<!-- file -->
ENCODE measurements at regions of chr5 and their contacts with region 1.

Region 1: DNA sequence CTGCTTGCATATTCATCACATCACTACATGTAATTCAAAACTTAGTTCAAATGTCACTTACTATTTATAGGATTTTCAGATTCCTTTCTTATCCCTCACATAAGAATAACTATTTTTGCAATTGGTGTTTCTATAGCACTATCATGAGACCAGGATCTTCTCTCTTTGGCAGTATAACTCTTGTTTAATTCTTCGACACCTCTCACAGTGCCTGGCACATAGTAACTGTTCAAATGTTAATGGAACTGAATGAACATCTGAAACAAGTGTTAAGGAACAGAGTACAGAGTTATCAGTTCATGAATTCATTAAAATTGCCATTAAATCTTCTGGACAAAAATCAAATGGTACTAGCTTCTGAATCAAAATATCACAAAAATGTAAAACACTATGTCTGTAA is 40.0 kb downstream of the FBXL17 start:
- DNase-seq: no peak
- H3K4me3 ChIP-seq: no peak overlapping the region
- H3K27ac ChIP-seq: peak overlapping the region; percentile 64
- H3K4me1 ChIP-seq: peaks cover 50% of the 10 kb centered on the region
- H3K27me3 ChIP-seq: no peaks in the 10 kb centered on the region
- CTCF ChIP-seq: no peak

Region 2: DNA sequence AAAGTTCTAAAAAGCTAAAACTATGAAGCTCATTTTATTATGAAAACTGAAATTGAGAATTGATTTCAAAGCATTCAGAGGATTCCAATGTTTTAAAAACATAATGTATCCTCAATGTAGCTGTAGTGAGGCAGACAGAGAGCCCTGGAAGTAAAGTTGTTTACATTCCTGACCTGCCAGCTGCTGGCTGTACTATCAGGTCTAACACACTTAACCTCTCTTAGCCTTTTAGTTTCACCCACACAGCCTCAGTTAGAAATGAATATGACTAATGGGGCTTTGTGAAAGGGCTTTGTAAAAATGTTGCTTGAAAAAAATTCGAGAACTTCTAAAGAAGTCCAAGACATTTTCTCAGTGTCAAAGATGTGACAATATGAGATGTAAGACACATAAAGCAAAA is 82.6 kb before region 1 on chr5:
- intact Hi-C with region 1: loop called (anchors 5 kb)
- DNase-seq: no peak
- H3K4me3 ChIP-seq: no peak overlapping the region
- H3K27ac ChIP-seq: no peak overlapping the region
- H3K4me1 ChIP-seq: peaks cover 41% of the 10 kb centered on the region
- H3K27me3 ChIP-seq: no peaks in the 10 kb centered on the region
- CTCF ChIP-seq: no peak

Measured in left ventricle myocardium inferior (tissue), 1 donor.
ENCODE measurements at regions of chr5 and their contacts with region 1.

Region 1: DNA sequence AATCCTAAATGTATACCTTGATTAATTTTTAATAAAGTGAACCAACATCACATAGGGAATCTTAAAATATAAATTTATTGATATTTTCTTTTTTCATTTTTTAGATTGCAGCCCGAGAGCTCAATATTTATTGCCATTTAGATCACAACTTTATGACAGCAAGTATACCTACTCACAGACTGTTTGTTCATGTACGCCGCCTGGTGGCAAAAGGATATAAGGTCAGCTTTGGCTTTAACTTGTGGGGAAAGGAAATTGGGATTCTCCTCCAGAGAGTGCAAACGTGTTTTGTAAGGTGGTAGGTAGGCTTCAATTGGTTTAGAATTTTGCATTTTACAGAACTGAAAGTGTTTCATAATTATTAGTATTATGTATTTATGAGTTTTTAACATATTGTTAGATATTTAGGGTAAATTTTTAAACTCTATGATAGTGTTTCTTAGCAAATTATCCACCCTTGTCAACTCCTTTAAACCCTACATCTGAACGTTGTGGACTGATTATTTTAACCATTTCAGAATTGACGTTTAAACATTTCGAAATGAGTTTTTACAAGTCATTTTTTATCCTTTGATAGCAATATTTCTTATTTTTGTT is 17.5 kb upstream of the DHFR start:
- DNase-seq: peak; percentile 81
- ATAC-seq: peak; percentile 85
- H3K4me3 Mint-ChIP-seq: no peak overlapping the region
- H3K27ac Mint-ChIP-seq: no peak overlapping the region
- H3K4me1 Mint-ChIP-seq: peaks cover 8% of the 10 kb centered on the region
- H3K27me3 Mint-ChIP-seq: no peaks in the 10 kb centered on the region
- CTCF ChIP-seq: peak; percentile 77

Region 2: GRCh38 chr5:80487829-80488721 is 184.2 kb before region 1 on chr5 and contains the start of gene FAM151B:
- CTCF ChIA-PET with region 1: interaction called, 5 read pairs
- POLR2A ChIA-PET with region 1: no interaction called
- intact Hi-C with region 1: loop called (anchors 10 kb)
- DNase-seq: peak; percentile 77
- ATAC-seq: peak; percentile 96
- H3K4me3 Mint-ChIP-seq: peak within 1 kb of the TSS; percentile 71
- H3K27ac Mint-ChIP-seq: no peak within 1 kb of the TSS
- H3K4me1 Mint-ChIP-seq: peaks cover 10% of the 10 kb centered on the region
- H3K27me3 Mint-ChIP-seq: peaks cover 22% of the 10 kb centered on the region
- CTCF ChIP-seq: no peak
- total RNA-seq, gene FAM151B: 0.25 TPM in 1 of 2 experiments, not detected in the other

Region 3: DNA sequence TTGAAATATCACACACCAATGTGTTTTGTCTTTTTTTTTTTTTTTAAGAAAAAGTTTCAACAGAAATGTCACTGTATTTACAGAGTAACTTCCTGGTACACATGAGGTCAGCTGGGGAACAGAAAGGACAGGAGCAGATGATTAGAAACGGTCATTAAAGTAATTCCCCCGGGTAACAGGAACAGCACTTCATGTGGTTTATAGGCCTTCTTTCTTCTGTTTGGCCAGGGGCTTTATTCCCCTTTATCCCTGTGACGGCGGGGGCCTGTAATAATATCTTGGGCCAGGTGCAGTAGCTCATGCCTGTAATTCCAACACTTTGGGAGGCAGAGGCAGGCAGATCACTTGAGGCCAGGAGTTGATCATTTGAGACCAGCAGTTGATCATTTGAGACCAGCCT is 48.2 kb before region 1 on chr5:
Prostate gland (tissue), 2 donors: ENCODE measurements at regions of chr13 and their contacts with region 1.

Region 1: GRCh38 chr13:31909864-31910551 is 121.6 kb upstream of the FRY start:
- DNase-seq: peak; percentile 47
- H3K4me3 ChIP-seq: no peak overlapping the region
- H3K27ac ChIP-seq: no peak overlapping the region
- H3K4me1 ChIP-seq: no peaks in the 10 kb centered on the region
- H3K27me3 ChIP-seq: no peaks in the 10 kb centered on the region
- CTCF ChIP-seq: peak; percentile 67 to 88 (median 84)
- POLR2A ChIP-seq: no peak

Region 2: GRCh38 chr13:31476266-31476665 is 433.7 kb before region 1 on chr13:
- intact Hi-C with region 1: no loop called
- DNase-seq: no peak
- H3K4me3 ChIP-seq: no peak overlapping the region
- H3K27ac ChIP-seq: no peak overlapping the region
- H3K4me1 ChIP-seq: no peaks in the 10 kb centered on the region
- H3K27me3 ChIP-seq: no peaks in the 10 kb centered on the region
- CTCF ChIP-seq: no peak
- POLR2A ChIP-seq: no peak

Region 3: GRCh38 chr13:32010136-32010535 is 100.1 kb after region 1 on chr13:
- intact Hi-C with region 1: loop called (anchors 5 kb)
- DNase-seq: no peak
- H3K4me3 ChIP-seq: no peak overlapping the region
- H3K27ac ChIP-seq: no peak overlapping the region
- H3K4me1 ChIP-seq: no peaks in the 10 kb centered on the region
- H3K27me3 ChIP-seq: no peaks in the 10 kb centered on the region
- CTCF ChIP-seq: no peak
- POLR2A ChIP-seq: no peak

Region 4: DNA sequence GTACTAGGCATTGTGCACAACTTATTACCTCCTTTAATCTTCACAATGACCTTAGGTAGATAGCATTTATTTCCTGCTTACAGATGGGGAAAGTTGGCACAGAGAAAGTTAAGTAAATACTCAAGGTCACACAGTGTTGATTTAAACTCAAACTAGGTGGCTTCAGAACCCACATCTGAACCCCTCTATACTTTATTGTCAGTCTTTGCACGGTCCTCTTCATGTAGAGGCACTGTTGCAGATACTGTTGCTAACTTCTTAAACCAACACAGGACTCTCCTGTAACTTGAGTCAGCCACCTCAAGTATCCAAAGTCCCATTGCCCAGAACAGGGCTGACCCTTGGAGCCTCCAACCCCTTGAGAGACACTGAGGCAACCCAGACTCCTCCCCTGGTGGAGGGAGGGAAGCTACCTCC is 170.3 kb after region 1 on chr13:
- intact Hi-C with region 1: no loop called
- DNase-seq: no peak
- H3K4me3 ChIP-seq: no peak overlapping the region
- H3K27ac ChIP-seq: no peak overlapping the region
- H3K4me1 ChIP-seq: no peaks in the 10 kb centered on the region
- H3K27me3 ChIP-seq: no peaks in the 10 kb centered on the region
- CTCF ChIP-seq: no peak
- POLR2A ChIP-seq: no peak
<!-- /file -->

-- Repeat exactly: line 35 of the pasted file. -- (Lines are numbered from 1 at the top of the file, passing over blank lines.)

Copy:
- H3K4me1 Mint-ChIP-seq: peaks cover 10% of the 10 kb centered on the region